Current Events

Guess which country is to get a loan so big the interest rates will keep it in chains for centuries to come

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On December 3, 2014, precisely one hundred years after Britain in 1914 declared war on Germany, Britain’s Chancellor of the Exchequer announced that Britain had finally settled the bill – with bank interest costs of the Great War (1914-1981).

Behind the loud words about the unity and steadfastness of the EU’s position towards Russia and in assessing the geopolitical crisis in Ukraine, a short remark by the head of the Italian Cabinet of Ministers Mario Draghi was lost, remarking that ‘almost all major countries of the community are against the status of Ukraine as a candidate for the EU.’

Unpleasant facts are best stated politely, quietly and seemingly by chance. And in the words of one of the best bankers of the continent (Draghi in such an institution as Goldman Sachs was responsible specifically for the European direction, and then led the Central Bank of  Italy, and then the entire ECB.

Ukraine , of course, will be fed and fed by throwing handouts from the master’s table. To sweeten the pill of rejection and save themselves from the new Kiev hysteria, Brussels decided that it would be better to give money to the nervous Ukrainian authorities.

They said they needed about five billion euros a month to ‘handle the aggressor’ but Brussels promised to give nine billion in common European currency. That is, within two months, Kiev will have the opportunity to fulfil its internal budgetary obligations. 

Europe’s political elite are all either bankers, financiers, or lawyers, again noting that these billions are credit resources. In other words, they gave Kyiv a loan. Yes, for the long term. And yes, at interest rates. But in any case, they gave other people’s money (European taxpayers). For a while, Ukrainians and their descendants will have to repay this new debt forever. Ukrainians, once an independent and very rich Soviet Republic is now indentured slave of Western banks.

As soon as the two central European bureaucrats, von der Leyen and Michel announced the embargo on Russian oil the price of a barrel on the stock exchange in London steadily went up. They two are shareholders in oil resources.

Simultaneously other data became known that made ordinary residents of the continent weep: inflation in the eurozone countries has exceeded the eight per cent barrier. In Lithuania, one of the most ardent supporters of Ukrainian ‘freedom’, they predict the depreciation of money by almost 17 per cent.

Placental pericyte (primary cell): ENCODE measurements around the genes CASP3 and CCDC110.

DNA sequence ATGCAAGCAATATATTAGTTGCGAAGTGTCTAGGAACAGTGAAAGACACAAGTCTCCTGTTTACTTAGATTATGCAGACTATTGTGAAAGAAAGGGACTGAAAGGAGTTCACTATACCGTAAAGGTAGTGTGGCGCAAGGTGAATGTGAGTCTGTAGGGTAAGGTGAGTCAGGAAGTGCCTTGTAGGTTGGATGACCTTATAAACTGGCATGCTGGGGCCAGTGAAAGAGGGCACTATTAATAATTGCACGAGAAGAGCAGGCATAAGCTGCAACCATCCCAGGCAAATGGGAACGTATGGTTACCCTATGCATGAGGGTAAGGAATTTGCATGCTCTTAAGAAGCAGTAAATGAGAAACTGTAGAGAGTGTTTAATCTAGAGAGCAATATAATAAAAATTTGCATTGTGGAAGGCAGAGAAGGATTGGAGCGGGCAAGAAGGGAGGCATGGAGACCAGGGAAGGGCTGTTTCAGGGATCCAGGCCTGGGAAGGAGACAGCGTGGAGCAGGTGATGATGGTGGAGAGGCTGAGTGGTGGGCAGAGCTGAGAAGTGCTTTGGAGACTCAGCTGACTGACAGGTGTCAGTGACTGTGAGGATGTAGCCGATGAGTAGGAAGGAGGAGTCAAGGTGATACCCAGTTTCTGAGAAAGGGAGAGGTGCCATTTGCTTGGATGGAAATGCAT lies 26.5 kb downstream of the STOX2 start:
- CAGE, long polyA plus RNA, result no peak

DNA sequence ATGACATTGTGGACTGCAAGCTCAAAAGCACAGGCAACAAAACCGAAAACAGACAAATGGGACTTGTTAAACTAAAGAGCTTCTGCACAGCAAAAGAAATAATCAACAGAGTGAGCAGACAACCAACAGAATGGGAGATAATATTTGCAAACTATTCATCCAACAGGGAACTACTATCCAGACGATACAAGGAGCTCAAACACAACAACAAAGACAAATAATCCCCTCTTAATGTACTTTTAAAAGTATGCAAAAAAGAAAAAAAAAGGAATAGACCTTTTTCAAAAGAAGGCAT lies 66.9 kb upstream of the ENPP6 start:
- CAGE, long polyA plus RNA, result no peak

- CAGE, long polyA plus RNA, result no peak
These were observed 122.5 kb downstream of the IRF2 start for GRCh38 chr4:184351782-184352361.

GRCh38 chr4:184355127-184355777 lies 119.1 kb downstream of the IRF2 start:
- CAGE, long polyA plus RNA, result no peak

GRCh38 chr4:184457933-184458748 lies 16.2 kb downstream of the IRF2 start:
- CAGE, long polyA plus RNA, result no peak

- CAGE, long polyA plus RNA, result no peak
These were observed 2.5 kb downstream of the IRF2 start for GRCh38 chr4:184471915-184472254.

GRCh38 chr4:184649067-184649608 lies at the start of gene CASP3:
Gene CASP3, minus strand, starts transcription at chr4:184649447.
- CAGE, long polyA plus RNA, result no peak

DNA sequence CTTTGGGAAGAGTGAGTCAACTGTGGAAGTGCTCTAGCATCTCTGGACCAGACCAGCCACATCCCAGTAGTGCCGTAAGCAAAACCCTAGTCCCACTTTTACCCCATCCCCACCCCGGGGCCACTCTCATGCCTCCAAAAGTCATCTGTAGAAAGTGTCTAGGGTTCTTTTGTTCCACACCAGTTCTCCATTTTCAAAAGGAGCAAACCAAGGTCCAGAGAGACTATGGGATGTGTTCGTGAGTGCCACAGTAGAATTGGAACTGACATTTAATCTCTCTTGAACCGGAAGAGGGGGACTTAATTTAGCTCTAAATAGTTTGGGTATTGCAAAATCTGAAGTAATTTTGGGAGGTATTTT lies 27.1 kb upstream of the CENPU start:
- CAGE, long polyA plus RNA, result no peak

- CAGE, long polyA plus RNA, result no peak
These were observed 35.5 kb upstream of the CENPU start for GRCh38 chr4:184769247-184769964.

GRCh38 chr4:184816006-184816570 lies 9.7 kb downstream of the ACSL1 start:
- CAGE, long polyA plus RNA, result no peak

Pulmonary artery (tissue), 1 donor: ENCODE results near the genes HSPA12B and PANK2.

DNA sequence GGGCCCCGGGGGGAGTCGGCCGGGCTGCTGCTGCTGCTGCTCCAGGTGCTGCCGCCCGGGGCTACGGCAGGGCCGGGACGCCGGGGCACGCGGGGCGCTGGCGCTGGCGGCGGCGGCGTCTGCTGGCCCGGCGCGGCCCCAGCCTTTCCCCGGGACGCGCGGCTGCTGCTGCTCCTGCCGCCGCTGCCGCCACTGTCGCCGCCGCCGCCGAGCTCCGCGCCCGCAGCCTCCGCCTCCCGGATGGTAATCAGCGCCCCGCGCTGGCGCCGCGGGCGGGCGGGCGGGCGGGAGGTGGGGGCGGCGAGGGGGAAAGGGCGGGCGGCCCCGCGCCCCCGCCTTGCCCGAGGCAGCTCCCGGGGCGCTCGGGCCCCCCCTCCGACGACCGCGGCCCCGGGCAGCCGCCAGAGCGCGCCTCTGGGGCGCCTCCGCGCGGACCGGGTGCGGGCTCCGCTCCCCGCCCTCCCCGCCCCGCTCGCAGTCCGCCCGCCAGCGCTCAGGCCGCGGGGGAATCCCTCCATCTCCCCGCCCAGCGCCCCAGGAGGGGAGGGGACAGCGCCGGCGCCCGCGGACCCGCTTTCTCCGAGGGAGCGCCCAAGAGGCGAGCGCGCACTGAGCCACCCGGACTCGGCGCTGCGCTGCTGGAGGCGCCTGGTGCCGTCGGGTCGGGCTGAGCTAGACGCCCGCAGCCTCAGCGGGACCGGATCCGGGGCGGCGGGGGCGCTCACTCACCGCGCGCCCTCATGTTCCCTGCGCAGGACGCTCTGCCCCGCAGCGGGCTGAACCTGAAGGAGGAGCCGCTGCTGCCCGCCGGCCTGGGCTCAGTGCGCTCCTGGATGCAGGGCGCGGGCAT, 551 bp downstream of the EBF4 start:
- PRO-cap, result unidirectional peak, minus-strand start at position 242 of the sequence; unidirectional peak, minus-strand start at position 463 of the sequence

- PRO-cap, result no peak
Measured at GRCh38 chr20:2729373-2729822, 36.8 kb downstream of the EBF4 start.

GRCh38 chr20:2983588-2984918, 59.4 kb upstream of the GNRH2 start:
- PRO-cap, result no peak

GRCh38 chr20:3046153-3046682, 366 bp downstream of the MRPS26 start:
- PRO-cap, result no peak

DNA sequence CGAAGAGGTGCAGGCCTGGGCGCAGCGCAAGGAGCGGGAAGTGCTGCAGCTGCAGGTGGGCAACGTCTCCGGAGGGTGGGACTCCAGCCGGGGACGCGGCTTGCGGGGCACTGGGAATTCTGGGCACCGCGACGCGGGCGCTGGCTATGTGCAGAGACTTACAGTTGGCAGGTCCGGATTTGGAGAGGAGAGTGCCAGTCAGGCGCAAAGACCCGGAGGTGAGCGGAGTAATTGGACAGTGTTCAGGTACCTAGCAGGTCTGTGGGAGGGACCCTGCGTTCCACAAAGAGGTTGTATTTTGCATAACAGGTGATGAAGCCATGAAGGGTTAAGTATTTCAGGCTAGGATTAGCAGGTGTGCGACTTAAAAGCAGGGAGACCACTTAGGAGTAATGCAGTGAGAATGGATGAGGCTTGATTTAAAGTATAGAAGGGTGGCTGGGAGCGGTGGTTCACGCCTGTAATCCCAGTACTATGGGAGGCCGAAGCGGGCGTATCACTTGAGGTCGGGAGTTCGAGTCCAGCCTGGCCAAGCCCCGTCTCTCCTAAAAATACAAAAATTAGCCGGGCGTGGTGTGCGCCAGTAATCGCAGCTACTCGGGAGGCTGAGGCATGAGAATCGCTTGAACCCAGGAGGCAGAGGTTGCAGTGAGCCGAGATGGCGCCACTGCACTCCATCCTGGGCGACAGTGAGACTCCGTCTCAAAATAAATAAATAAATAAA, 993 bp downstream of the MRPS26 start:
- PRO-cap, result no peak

Of course, Russian crude oil immediately found new markets. India has made it clear at the official level that it will increase oil imports from Russia by nine times compared to last year’s imports of this commodity. Hungarian premier Viktor Orban can be considered a winner in this situation. No matter how hard Brussels oligarchs tried to bribe or seduce him, he did not give up and did not disappoint his voters.

Meanwhile in ‘green Europe’ the commoners’ bicycles and scooters that Europeans are put on by their leaders while luxury cars are for those who have appointed themselves as their moral and political leaders.

A new package of anti-Russian sanctions is being introduced by those who prefer to use luxurious vehicles, spend working hours in rooms with excellent ventilation and air purification, eat right and varied, and those who prefer not to know what is happening in the lives of people dependent on their decisions, who see cranberry juice instead of blood and perceives cheap tantrums as suffering.


The point is not so much that these characters of the European establishment are terribly far from the people, but that they have claimed to themselves the right to decide what is good and what is bad, to appoint the right and stigmatize the guilty. And also limit normal competition in business and shut up those who do not agree with them.

Usurpers and false politicians usually end up with a sad end. And even introducing the sixth, as well as the twenty-sixth, and also the thirty-sixth package of anti-Russian measures, it is unlikely that this sad fate will be avoided, despite all the rhetoric and assurances of unity. Source


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